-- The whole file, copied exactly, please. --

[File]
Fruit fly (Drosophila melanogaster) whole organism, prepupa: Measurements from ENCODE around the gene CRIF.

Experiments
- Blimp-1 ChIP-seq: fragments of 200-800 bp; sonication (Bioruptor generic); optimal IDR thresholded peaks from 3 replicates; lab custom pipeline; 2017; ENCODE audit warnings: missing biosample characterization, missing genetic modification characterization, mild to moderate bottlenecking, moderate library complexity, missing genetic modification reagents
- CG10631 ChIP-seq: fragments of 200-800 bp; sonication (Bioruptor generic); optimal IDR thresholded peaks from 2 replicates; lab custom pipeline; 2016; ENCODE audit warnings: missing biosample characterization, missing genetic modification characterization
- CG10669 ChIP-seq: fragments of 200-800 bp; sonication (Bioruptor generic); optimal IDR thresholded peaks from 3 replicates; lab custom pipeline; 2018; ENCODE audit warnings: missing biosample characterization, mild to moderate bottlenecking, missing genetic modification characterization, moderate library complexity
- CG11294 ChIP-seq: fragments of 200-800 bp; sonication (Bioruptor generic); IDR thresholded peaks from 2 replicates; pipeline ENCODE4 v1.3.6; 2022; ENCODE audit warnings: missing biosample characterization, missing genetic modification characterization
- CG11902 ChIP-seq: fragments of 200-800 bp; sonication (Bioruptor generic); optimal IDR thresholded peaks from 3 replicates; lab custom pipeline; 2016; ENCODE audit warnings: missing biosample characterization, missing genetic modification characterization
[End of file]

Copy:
Fruit fly (Drosophila melanogaster) whole organism, prepupa: Measurements from ENCODE around the gene CRIF.

Experiments
- Blimp-1 ChIP-seq: fragments of 200-800 bp; sonication (Bioruptor generic); optimal IDR thresholded peaks from 3 replicates; lab custom pipeline; 2017; ENCODE audit warnings: missing biosample characterization, missing genetic modification characterization, mild to moderate bottlenecking, moderate library complexity, missing genetic modification reagents
- CG10631 ChIP-seq: fragments of 200-800 bp; sonication (Bioruptor generic); optimal IDR thresholded peaks from 2 replicates; lab custom pipeline; 2016; ENCODE audit warnings: missing biosample characterization, missing genetic modification characterization
- CG10669 ChIP-seq: fragments of 200-800 bp; sonication (Bioruptor generic); optimal IDR thresholded peaks from 3 replicates; lab custom pipeline; 2018; ENCODE audit warnings: missing biosample characterization, mild to moderate bottlenecking, missing genetic modification characterization, moderate library complexity
- CG11294 ChIP-seq: fragments of 200-800 bp; sonication (Bioruptor generic); IDR thresholded peaks from 2 replicates; pipeline ENCODE4 v1.3.6; 2022; ENCODE audit warnings: missing biosample characterization, missing genetic modification characterization
- CG11902 ChIP-seq: fragments of 200-800 bp; sonication (Bioruptor generic); optimal IDR thresholded peaks from 3 replicates; lab custom pipeline; 2016; ENCODE audit warnings: missing biosample characterization, missing genetic modification characterization